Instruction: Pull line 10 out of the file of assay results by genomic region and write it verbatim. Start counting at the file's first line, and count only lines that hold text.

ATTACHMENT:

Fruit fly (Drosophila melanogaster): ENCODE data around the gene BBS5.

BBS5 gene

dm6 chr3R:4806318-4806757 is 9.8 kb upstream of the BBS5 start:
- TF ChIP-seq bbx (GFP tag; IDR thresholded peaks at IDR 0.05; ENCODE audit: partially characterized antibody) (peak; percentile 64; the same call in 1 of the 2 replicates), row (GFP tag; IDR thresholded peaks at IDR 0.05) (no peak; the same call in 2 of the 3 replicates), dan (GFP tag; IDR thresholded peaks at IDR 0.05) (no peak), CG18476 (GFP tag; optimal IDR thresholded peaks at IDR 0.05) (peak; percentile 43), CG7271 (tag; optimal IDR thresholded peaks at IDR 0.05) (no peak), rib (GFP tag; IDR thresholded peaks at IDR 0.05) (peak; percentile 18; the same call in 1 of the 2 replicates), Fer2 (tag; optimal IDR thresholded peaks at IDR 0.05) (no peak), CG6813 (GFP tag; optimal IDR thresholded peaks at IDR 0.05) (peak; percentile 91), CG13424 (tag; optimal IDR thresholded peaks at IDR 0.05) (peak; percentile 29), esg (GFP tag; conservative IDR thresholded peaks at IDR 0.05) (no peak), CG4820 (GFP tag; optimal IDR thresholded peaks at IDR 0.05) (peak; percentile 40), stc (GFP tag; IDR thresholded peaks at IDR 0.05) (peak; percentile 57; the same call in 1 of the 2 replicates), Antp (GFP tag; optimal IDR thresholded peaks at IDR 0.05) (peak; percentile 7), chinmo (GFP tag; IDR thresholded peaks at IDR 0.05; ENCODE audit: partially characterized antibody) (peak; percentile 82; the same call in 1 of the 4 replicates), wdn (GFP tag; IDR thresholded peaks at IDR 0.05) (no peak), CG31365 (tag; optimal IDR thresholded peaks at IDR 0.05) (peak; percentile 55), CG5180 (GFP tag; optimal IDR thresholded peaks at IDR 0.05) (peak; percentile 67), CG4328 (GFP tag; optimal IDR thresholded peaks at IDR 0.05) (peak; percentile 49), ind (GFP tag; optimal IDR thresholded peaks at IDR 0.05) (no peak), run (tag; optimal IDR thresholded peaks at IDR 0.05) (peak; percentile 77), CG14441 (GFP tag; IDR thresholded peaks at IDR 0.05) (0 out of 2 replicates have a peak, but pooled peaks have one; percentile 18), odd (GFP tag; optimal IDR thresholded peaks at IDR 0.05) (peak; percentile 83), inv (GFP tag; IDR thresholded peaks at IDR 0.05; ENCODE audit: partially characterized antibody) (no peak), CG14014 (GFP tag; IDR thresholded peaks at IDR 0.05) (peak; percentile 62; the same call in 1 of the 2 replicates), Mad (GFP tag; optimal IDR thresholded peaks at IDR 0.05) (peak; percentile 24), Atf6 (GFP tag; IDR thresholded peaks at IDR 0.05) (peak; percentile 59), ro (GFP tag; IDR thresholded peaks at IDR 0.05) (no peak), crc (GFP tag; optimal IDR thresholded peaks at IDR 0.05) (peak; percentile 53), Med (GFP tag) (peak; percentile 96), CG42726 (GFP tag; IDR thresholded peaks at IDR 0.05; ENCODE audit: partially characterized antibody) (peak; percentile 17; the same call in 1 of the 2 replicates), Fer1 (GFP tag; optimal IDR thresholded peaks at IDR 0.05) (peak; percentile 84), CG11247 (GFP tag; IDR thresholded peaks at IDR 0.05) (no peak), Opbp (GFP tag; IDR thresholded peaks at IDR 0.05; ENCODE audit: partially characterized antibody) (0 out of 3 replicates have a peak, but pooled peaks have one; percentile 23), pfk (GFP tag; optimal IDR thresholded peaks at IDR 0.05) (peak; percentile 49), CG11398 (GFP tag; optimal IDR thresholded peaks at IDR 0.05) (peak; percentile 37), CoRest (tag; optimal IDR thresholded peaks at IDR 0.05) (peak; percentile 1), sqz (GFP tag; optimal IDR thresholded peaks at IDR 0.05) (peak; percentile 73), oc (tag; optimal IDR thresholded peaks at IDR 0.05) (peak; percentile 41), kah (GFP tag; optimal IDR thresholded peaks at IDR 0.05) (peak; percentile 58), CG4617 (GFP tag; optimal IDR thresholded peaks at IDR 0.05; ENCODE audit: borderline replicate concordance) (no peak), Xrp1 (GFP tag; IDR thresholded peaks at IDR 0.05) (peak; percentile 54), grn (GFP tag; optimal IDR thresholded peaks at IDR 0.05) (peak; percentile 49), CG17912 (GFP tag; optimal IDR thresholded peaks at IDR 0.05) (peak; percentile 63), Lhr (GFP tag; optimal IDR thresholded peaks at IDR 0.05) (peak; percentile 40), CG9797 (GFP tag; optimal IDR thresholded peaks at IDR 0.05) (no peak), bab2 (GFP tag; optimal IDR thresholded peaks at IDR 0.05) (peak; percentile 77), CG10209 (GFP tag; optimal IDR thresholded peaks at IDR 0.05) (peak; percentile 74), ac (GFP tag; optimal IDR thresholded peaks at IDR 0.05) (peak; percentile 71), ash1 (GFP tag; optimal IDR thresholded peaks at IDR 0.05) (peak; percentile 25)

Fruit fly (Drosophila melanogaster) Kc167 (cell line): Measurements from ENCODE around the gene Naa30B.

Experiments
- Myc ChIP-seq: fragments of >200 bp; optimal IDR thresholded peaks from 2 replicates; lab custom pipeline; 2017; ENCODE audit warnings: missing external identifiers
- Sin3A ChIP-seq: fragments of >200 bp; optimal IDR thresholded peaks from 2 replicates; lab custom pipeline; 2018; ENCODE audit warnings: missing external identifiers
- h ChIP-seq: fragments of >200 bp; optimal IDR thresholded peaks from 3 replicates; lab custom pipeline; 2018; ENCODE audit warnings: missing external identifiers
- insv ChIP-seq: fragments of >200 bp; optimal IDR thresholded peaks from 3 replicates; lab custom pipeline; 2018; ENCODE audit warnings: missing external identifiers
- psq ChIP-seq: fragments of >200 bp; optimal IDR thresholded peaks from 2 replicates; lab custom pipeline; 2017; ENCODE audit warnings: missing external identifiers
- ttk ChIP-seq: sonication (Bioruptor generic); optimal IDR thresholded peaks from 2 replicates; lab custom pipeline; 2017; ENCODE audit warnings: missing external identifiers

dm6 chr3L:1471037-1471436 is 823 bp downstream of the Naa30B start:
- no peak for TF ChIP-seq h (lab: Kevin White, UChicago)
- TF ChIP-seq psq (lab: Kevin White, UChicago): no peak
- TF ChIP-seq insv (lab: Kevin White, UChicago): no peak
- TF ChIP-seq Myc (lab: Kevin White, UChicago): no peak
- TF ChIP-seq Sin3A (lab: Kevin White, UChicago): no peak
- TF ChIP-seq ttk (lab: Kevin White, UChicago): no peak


- insv ChIP-seq: fragments of >200 bp; optimal IDR thresholded peaks from 3 replicates; lab custom pipeline; 2018; ENCODE audit warnings: missing external identifiers